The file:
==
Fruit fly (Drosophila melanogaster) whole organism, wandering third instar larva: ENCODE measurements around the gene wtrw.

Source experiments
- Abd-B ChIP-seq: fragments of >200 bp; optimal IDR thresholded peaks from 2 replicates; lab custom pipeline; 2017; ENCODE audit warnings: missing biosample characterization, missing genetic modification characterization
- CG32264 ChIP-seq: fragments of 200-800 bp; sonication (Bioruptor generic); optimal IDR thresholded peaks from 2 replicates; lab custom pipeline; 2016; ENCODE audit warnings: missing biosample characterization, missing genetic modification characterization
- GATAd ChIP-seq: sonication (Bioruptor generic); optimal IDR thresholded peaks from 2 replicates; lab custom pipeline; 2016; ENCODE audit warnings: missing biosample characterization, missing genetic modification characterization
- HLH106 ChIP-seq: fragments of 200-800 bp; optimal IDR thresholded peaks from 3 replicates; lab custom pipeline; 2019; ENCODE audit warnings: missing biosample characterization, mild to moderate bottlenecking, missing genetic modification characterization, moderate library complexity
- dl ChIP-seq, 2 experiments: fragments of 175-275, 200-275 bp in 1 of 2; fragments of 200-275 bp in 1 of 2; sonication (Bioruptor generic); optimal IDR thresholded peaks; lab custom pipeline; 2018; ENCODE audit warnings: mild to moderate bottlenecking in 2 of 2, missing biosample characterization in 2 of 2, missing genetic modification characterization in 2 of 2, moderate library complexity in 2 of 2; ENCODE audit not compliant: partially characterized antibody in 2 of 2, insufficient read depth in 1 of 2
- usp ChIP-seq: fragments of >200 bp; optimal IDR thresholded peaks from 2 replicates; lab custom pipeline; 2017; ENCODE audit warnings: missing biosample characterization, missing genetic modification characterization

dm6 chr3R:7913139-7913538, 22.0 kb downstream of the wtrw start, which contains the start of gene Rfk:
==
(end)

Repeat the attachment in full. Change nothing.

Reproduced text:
Fruit fly (Drosophila melanogaster) whole organism, wandering third instar larva: ENCODE measurements around the gene wtrw.

Source experiments
- Abd-B ChIP-seq: fragments of >200 bp; optimal IDR thresholded peaks from 2 replicates; lab custom pipeline; 2017; ENCODE audit warnings: missing biosample characterization, missing genetic modification characterization
- CG32264 ChIP-seq: fragments of 200-800 bp; sonication (Bioruptor generic); optimal IDR thresholded peaks from 2 replicates; lab custom pipeline; 2016; ENCODE audit warnings: missing biosample characterization, missing genetic modification characterization
- GATAd ChIP-seq: sonication (Bioruptor generic); optimal IDR thresholded peaks from 2 replicates; lab custom pipeline; 2016; ENCODE audit warnings: missing biosample characterization, missing genetic modification characterization
- HLH106 ChIP-seq: fragments of 200-800 bp; optimal IDR thresholded peaks from 3 replicates; lab custom pipeline; 2019; ENCODE audit warnings: missing biosample characterization, mild to moderate bottlenecking, missing genetic modification characterization, moderate library complexity
- dl ChIP-seq, 2 experiments: fragments of 175-275, 200-275 bp in 1 of 2; fragments of 200-275 bp in 1 of 2; sonication (Bioruptor generic); optimal IDR thresholded peaks; lab custom pipeline; 2018; ENCODE audit warnings: mild to moderate bottlenecking in 2 of 2, missing biosample characterization in 2 of 2, missing genetic modification characterization in 2 of 2, moderate library complexity in 2 of 2; ENCODE audit not compliant: partially characterized antibody in 2 of 2, insufficient read depth in 1 of 2
- usp ChIP-seq: fragments of >200 bp; optimal IDR thresholded peaks from 2 replicates; lab custom pipeline; 2017; ENCODE audit warnings: missing biosample characterization, missing genetic modification characterization

dm6 chr3R:7913139-7913538, 22.0 kb downstream of the wtrw start, which contains the start of gene Rfk: